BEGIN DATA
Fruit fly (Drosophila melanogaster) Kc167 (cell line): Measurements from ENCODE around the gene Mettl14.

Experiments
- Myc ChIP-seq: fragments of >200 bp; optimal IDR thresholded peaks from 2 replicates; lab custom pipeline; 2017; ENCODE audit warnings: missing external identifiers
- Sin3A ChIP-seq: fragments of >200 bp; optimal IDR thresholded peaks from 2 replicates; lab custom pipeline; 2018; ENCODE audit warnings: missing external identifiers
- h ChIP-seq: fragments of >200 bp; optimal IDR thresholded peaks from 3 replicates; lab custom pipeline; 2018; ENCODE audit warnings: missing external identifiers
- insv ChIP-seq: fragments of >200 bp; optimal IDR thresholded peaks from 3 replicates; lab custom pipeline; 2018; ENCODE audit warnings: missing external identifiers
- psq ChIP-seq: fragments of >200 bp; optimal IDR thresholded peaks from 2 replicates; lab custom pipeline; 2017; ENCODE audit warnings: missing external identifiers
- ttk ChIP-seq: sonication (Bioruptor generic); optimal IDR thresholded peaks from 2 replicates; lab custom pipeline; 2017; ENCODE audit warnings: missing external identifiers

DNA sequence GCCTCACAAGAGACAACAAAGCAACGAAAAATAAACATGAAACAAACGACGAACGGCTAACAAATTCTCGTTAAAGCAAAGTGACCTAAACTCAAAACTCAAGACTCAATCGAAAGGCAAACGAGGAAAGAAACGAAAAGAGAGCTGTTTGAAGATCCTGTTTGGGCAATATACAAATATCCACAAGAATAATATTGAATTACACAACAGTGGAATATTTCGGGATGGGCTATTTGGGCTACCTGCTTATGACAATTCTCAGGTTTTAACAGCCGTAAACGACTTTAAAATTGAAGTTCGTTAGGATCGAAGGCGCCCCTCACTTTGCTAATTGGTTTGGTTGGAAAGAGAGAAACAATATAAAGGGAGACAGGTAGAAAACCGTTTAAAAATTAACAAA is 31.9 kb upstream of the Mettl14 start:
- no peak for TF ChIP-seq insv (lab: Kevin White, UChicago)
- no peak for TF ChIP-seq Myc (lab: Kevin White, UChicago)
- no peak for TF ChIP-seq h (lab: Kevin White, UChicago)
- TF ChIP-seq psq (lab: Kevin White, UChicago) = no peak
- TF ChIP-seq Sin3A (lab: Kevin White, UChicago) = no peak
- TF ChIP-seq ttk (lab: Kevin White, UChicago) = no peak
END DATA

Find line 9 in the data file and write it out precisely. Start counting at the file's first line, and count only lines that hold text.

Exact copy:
DNA sequence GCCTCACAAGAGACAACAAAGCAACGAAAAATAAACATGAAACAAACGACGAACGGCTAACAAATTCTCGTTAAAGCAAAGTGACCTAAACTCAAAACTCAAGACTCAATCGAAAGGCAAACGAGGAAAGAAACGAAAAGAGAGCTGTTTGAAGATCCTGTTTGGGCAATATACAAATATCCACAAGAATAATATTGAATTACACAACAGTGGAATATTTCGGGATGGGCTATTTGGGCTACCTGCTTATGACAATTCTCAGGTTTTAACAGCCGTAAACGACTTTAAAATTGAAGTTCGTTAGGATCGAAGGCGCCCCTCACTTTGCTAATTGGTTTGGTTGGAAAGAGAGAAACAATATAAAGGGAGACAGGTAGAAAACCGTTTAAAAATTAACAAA is 31.9 kb upstream of the Mettl14 start: